Mixed Messages
There are mixed messages between the federal government’s own advertisements, current laws regarding marijuana possession, and the message of the media (print, television, radio, movies and now the internet). The anti marijuana advertisements fail to consider the overwhelming and increasingly pervasive role of agenda theory in a web based culture. Agenda theory states that media outlets have a large portion of control over which messages will be related to the public and therefore largely influence which issues the public finds important (13). Increasingly, mainstream media outlets have aired programs challenging the government’s policy. Media sources such as ABC News, Salon, the Daily Show, Slate, the Washington Post, and the Huffington Post have all produced segments or articles that are contrary to the government’s anti marijuana agenda. The internet also provides adolescents with a portal to less mainstream media such as web logs and emergent web sites such as Digg, Reddit, and Plastic that provide a constant stream of messages often opposed to that which the federal government is trying to set forth. Furthermore, individual states and cities have proposed and passed legislation legalizing medical marijuana use as well as decriminalizing marijuana possession (14,15). The laws help increase confusion and distrust with the anti marijuana message from the federal government. With the increased importance pervasiveness of today’s varied media culture, pro or anti marijuana challenging messages can be easily spread through an adolescent’s social network.
Adolescents are subjected to a large amount and variety of messages every day. They are bombarded with advertisements and other social influences. The combination of media, rumors among social networks and peers, heavy emphasis on anti marijuana campaigns and severe penalties associated with marijuana may all push to internalize a message of mass marijuana use amongst teens when the numbers are not alarmingly high. Only 6.6% of 8th graders, 15.2% of 10th graders, and 19.8% of 12th graders surveyed by the NIDA had used marijuana in the past thirty days (16). Although communicative efforts have been shown effective at changing perceived norms, the advertisements perpetuate the norm of widespread marijuana use (17). For example, one Above the Influence ad depicts a teen driving around his high friends while informing the viewer how he’s still part of the group even though he does not smoke. The ad makes the point that remaining a vital member to your social group without smoking marijuana is possible. However, the ad fails because it perpetuates the perceived norm that smoking marijuana is the norm rather than the exception. Messages such as the one in the previous ad may become internalized. Internalization occurs when an idea, action, or norm is accepted and adopted by an individual. The internalization versus the absence of internalization, which Kelman referred to as compliance, is an important distinction. If a message is internalized the message need not be as strongly supported by an individuals referent group which includes peers, family, or significant others (18,19). For example, a perceived norm that is actually false may be perpetuated even though person’s social network does not support that norm (19). Perceived norms of high levels of marijuana use among the adolescent populations may be similarly perpetuated. The government has created advertisements that reinforce the perceived norm and help aid internalization of said norm. When the perceived norm of marijuana use is further reinforced by the messages of mass media the norm may become difficult to alter. Advertisements that reinforce a perceived norm is neither realistic nor beneficial to the goals of anti marijuana advertisements.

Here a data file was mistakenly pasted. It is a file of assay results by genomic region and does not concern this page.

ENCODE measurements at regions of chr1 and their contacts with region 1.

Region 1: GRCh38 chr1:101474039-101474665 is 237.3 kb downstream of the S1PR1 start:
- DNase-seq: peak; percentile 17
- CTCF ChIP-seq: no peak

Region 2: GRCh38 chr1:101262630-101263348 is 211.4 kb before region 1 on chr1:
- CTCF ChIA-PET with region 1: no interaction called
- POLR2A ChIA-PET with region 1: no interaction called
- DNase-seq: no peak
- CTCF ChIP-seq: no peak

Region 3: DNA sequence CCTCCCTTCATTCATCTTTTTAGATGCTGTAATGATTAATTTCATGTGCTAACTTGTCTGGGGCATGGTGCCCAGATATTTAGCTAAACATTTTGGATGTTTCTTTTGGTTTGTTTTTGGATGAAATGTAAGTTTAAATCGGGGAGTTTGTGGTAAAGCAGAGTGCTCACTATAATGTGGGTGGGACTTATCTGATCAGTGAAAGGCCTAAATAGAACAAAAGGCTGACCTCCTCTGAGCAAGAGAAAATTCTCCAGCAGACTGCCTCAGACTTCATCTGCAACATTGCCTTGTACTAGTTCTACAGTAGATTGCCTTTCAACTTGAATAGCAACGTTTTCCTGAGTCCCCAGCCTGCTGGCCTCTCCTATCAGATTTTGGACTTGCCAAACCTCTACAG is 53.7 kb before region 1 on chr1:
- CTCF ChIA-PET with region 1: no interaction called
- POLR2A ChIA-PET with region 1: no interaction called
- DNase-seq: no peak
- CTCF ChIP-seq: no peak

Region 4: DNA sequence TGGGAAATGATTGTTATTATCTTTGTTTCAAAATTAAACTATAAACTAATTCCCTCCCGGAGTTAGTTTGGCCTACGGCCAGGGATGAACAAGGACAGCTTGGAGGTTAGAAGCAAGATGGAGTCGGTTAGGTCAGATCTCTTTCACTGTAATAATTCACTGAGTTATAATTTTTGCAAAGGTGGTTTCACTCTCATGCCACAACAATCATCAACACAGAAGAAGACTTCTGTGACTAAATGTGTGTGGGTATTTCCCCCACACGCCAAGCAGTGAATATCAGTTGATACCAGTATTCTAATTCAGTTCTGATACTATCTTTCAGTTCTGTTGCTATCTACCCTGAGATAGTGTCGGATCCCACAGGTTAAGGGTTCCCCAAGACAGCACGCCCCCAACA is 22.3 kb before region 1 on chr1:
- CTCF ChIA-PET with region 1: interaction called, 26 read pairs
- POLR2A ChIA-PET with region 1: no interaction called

Thus far, the anti marijuana ad campaigns have failed to provide a consistent message that appeal to teens sensibilities and values that include the need to fit into social norms, conform to peer and social groups, and suspicion of adult messages. Studies have shown a significant link between exposure to illicit drug use in peer networks and use of illicit drugs (20). Yet, most ads fail to take exposure within peer groups into account. Certain ads have addressed the importance influence of social networks and social influences. One Above the Influence ad tried to address the issue of social networks and the influence of peers. The ad titled “S.L.O.M.” depicts a school which has a problem with kids sticking leaches on themselves as an analogy to marijuana use. The advertisement is meant to connect marijuana use with a completely absurd action, in addition to drawing on the adolescent’s desire to be an individual. However, the ad fails miserably in several ways. First, the ad affirms the perceived norm of widespread marijuana use. Secondly, the ad it misinterprets an adolescent’s want to be an individual in the context of his overall environment with an adolescent’s desire to be an individual while conforming to social norms within valued peer groups. Finally, the ad fails because it makes SLOMing look cool. The students SLOM in the bathrooms, hallways and even classrooms at school while befuddling and frustrating the adults which the adolescent’s so desire to rebel against. “S.L.O.M.” shows that you can be cool, attractive, fit in, and stick-it to the teachers by smoking marijuana.